A holding foul is called anytime a player uses his hands to interfere with an opponent’s freedom of movement. And although players typically commit holding fouls with their hands, it is possible to hold with other parts of the body—for example, if you were to purposefully step on an opponent’s foot.

You can avoid a holding foul by keeping your hands above your waist and in full view of the official while playing defense.

A hand checking foul is called when a defender continually uses the hands to disrupt the movement of an offensive player. An official signals a hand check foul by extending one arm and grabbing the wrist of that arm with the opposite hand.

Since the hand check is more subtle than other fouls, it is usually called on perimeter defenders guarding the ball handler—there is a very fine line between maintaining contact with the hands and committing an infraction. For the most part, hand check fouls are called near the perimeter or top of the key or perimet, where most of the ball handling occurs. If a post player uses the hands to restrict an opponent, the foul is usually classified as holding or blocking.

Even though hands can be used to sustain contact between players, the best way avoid racking up hand checking fouls is to keep them off of the ball handler.

Illegal Use of the Hands. This is the catch-all foul for any infraction the defender commits with his or her hands, excluding hand checking and holding fouls. Illegal hand use is typically called when players attempt to block a shot or when an opponent drives to the hoop.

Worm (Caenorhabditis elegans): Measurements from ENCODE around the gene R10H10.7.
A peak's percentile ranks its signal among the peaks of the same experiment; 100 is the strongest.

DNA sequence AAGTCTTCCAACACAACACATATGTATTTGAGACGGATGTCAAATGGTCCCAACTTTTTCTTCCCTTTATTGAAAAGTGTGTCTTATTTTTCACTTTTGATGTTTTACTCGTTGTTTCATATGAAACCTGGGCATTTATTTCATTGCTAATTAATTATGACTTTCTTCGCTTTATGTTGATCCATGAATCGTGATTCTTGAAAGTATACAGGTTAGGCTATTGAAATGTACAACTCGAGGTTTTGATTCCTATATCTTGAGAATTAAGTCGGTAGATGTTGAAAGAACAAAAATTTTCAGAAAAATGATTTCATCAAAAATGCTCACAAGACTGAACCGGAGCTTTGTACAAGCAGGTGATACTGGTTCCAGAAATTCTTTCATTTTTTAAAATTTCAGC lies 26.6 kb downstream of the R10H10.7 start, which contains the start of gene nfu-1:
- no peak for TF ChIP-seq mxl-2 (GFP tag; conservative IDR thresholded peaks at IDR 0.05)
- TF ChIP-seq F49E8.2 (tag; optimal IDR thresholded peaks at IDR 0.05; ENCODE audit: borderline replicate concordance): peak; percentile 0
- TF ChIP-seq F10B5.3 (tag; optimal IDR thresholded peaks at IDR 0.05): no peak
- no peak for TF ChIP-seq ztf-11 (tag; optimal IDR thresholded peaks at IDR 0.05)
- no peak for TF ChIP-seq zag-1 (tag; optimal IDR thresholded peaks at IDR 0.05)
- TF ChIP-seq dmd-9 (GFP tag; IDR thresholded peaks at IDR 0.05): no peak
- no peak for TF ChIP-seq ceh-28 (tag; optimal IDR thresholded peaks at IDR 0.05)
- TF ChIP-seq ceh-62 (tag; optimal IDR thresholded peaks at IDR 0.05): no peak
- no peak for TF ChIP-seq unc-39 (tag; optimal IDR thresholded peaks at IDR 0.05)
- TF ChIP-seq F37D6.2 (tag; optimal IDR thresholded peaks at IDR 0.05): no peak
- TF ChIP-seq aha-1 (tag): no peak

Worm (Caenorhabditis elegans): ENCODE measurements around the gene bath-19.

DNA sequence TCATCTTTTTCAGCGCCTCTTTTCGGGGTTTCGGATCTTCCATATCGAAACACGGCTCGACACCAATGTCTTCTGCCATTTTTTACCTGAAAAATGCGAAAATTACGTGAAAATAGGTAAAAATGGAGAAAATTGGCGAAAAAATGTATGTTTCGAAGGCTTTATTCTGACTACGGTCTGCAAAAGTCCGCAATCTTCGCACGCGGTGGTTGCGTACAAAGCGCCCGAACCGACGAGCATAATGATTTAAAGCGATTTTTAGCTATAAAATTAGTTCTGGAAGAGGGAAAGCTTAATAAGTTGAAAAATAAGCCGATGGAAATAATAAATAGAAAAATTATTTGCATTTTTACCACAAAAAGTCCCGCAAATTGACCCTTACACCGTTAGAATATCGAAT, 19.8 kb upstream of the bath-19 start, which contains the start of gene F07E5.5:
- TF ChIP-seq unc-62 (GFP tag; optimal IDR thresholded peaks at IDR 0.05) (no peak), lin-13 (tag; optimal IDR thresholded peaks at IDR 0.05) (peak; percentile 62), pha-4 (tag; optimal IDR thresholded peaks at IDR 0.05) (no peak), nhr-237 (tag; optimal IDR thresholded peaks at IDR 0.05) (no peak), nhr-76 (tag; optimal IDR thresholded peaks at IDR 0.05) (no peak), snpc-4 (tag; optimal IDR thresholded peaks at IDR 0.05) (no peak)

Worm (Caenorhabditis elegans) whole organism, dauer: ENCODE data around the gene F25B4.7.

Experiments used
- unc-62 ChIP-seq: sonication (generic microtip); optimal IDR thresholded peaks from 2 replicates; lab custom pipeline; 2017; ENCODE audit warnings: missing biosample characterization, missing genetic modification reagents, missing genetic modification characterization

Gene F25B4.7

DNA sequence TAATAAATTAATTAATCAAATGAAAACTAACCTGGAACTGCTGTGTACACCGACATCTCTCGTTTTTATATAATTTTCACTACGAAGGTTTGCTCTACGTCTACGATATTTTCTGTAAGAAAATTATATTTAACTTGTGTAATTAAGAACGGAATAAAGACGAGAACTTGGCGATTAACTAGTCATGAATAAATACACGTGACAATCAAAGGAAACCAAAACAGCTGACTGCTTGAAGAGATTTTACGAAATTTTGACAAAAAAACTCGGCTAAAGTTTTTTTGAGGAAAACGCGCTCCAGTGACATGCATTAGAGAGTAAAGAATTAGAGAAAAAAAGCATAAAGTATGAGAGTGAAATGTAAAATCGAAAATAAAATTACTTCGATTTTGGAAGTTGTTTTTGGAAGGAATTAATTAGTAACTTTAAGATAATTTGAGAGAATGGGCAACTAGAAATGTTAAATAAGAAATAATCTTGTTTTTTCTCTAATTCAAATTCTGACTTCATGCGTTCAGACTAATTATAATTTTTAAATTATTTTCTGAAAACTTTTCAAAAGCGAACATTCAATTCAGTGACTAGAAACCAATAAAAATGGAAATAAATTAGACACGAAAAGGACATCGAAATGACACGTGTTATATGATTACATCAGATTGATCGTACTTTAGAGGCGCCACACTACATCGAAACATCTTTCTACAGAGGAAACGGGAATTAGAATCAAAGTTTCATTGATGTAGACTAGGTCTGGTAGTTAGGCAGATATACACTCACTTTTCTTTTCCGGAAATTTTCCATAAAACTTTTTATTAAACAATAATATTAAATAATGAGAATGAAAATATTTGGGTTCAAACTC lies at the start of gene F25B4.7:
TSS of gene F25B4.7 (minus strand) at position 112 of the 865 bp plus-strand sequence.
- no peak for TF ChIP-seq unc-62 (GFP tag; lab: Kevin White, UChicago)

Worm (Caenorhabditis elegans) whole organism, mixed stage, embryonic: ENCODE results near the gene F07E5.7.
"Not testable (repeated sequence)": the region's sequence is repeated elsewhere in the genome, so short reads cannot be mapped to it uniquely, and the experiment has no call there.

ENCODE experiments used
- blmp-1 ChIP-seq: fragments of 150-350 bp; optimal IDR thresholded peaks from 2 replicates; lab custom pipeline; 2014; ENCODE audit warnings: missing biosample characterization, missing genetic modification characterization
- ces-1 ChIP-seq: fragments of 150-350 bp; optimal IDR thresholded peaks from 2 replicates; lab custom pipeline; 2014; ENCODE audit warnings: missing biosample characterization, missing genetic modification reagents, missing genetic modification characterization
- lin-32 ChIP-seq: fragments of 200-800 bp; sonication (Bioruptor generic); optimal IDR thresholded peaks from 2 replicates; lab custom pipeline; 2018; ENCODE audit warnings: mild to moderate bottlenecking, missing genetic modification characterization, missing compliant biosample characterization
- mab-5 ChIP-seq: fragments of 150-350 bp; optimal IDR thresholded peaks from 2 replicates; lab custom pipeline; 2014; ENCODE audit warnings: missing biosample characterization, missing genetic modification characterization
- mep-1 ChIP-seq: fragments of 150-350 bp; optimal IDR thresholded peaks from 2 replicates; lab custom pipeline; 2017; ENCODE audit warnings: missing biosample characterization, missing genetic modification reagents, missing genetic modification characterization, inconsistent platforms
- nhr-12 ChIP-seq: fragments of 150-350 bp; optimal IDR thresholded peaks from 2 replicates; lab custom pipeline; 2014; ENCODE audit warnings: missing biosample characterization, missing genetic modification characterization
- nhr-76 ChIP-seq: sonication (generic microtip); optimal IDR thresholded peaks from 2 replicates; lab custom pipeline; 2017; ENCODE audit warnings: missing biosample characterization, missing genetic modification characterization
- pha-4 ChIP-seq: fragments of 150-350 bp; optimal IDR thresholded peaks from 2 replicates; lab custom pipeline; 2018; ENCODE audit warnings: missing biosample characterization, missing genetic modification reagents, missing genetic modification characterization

The best way to reduce your chances of being called for the foul is to maintain a vertical position. This means making sure to keep your arms extended straight above your head as the opposing player comes towards you. If the opponent drives the lane while you are in this position, they are responsible for whatever contact may occur—as long as you don’t move forward to meet him first. Remember, as long as you establish your position, you are entitled to any spot on the floor (and the air above it).

A push foul occurs when a player pushes or shoves an opponent. Keep in mind that a player does not have to use their arms to commit a push foul, as it is quite possible to dislodge an opponent using the body or even the shoulder(s). The "over-the-back" violation is a great example of this type of foul—reaching over another player's back and initiating contact and is a personal foul.

You can avoid being whistled for a push foul by demonstrating astute body control while on the court.

Basketball is clearly a contact sport. However, you must learn how to be physical and aggressive without committing a foul. Remember, you only have five fouls per game and there is nothing worse than having to leave the court in the fourth quarter because you couldn’t stay out of foul trouble. Know the rules of the game and apply your knowledge to avoid unnecessary fouls.